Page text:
Make sure your page links have enough contrast to stand out for all people to have a great experience on your website. Using opposite colors on the color wheel, such as black and white, or pairing deeper and lighter hues of one color are examples of this.
For all of your page links, for instance, you might use yellow as the background and blue as the text color. They will be simple to find and click on in this manner.
Test your website with a screen reader
Finally, before releasing your website for the public to see, it’s a good idea to test it with a screen reader. So, try to install a screen reader on your system. Next, run all your pages through it.
This will give you an idea how your website appears for visually impaired users. Plus, it allows you to make sure your entire website’s content is accessible to everyone. Of course, checking out other potential issues such as slow loading times and broken links should be done as well.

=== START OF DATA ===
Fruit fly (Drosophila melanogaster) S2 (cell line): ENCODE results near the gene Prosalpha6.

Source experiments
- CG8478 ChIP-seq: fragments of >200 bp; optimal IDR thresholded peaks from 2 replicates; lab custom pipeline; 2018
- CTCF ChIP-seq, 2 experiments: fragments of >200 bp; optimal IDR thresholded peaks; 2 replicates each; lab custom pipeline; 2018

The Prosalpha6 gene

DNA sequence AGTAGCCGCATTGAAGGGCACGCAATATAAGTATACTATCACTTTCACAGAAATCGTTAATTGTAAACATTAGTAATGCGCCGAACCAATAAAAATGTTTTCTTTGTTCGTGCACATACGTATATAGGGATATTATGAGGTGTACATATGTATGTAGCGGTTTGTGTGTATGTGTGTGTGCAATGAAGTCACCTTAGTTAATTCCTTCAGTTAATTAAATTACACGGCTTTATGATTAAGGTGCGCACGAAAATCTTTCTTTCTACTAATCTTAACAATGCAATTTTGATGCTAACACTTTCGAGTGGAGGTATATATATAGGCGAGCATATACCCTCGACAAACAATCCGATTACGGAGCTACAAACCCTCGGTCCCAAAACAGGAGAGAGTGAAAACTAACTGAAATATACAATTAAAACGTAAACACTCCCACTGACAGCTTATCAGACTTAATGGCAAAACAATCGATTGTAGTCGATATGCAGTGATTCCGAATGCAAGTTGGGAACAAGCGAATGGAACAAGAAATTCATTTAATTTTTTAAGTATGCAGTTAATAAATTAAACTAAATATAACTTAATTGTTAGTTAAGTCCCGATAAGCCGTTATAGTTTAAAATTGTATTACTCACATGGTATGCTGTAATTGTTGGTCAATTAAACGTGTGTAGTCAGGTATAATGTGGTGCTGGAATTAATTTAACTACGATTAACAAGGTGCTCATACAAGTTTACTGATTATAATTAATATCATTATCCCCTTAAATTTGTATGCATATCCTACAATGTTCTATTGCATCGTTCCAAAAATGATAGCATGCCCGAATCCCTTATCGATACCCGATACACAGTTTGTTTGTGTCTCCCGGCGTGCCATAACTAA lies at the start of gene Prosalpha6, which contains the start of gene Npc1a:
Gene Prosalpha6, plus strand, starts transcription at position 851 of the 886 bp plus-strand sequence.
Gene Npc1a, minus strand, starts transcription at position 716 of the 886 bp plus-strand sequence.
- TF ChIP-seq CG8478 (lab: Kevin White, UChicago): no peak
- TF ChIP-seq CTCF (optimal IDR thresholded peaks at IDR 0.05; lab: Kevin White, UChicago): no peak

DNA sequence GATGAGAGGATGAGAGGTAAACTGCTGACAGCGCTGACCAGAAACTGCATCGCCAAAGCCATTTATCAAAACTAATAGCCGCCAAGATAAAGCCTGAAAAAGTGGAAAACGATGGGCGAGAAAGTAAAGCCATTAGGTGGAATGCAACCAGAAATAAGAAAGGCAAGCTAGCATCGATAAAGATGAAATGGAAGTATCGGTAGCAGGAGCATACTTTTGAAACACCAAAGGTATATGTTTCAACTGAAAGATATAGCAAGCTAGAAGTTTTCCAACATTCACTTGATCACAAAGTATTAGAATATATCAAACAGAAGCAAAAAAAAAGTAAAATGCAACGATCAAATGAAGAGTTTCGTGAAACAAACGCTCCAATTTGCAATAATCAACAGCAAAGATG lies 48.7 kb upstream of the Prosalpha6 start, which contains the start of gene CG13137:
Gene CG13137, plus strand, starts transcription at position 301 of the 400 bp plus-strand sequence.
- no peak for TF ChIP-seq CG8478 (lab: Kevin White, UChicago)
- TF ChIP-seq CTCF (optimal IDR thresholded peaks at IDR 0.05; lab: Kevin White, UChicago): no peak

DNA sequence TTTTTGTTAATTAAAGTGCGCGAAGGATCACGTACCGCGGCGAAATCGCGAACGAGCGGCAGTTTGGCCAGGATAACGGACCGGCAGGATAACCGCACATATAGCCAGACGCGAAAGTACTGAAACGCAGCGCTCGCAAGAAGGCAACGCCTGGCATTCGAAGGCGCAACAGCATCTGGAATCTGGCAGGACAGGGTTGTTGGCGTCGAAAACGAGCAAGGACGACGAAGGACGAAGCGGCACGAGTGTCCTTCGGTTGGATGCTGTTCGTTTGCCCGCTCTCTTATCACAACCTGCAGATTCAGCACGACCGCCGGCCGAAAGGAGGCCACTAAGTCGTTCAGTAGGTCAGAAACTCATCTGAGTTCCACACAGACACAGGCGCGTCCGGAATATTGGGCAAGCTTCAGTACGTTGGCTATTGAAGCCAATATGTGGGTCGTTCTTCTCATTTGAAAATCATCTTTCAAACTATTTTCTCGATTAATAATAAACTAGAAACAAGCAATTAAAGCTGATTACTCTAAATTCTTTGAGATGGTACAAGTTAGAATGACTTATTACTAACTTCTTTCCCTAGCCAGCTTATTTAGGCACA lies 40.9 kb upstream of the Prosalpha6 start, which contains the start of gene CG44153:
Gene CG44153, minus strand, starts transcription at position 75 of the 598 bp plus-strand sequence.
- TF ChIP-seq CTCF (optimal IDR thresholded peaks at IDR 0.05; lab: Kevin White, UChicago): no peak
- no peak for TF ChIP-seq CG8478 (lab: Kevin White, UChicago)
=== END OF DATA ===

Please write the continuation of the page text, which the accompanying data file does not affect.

Website accessibility is not merely a legal obligation, but an ethical duty to make the digital world inclusive of everyone, regardless of their physical abilities. It also opens your website to a broader audience, improving both user experience and engagement.
By adhering to the outlined guidelines, we foster a more inclusive digital space. Remember, accessibility isn’t a feature — it’s a right. Let’s join hands to make the digital world accessible for all.